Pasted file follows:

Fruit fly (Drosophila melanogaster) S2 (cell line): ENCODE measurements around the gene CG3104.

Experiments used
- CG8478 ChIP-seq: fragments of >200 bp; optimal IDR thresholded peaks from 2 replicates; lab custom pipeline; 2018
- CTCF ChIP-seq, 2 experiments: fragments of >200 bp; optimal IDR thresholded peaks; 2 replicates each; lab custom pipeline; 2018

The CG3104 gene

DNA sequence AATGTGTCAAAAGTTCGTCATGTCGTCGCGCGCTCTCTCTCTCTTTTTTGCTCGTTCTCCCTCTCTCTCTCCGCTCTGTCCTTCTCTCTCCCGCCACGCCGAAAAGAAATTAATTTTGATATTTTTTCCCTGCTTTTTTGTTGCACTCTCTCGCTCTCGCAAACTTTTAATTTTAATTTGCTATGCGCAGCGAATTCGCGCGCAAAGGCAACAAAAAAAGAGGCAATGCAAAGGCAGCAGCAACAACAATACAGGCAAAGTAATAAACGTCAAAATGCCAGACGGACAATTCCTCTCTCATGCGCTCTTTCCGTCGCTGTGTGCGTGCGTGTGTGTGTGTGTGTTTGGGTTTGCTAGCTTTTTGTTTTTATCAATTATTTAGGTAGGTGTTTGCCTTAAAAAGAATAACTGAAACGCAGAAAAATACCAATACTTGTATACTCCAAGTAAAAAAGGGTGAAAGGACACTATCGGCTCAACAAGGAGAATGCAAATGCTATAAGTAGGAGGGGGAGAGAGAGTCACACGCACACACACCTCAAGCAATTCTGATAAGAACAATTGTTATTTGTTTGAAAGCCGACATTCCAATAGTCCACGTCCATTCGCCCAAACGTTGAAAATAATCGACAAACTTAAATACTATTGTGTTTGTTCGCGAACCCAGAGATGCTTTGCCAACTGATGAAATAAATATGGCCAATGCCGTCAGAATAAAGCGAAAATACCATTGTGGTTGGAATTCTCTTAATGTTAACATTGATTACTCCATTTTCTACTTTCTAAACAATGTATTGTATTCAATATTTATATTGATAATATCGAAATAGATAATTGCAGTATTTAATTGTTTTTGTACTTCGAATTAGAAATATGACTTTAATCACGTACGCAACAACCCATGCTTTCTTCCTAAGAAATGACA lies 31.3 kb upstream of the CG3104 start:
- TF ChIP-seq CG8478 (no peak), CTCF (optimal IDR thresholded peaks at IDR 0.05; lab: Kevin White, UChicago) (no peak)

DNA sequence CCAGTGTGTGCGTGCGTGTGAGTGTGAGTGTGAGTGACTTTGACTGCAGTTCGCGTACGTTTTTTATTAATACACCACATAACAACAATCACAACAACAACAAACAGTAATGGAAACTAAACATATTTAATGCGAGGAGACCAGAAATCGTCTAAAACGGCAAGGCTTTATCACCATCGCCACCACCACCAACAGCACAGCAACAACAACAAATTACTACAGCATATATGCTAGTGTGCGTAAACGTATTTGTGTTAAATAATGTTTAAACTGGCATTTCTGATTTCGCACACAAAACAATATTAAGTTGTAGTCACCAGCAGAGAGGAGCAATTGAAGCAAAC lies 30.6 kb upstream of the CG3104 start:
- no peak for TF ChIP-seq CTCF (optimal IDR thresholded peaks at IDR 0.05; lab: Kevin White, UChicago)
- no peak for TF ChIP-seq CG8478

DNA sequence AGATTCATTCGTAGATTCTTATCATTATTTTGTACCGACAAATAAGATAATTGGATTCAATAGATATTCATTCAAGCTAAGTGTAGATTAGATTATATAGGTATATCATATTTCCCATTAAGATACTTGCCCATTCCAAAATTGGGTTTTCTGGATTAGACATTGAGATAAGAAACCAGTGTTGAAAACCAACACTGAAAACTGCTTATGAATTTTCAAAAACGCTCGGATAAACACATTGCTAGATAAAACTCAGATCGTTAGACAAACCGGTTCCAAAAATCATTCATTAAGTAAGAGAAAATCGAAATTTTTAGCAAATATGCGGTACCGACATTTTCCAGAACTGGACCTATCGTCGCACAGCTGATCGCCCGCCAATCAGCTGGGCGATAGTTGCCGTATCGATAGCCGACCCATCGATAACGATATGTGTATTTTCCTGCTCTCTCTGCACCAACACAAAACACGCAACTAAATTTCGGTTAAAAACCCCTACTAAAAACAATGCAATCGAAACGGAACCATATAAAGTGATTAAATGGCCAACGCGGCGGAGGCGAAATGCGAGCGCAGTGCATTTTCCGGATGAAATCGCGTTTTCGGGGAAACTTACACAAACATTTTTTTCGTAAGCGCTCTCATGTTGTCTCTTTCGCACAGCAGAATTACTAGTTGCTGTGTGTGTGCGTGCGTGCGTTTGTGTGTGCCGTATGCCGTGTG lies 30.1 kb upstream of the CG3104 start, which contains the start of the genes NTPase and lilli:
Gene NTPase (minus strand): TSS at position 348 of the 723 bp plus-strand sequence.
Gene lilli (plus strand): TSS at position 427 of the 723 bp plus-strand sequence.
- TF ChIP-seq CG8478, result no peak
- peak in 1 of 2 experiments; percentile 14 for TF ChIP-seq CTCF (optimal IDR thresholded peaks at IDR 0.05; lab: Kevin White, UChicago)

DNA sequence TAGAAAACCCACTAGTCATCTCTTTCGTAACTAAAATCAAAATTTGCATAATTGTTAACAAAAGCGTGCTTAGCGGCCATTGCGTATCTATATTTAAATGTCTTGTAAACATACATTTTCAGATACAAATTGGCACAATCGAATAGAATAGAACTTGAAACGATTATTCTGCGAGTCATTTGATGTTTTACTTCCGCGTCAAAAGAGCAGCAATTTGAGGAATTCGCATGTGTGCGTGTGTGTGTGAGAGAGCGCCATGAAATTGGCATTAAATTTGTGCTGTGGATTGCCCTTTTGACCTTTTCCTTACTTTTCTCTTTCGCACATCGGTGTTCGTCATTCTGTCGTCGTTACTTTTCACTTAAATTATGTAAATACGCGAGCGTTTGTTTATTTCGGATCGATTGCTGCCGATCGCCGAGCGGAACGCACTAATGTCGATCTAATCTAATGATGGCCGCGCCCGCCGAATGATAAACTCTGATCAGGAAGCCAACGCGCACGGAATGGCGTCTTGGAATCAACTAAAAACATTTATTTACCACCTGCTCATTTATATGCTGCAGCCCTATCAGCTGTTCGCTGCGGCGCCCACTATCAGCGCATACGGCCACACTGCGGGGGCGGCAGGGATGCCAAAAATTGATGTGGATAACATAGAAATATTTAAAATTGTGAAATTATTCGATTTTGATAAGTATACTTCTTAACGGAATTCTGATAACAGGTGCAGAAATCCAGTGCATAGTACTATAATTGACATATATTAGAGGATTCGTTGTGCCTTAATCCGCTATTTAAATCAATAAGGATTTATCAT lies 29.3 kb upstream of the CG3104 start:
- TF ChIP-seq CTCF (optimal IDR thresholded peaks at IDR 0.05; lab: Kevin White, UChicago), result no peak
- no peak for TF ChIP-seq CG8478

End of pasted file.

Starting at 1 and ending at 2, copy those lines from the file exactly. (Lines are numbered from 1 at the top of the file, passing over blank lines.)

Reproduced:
Fruit fly (Drosophila melanogaster) S2 (cell line): ENCODE measurements around the gene CG3104.

Experiments used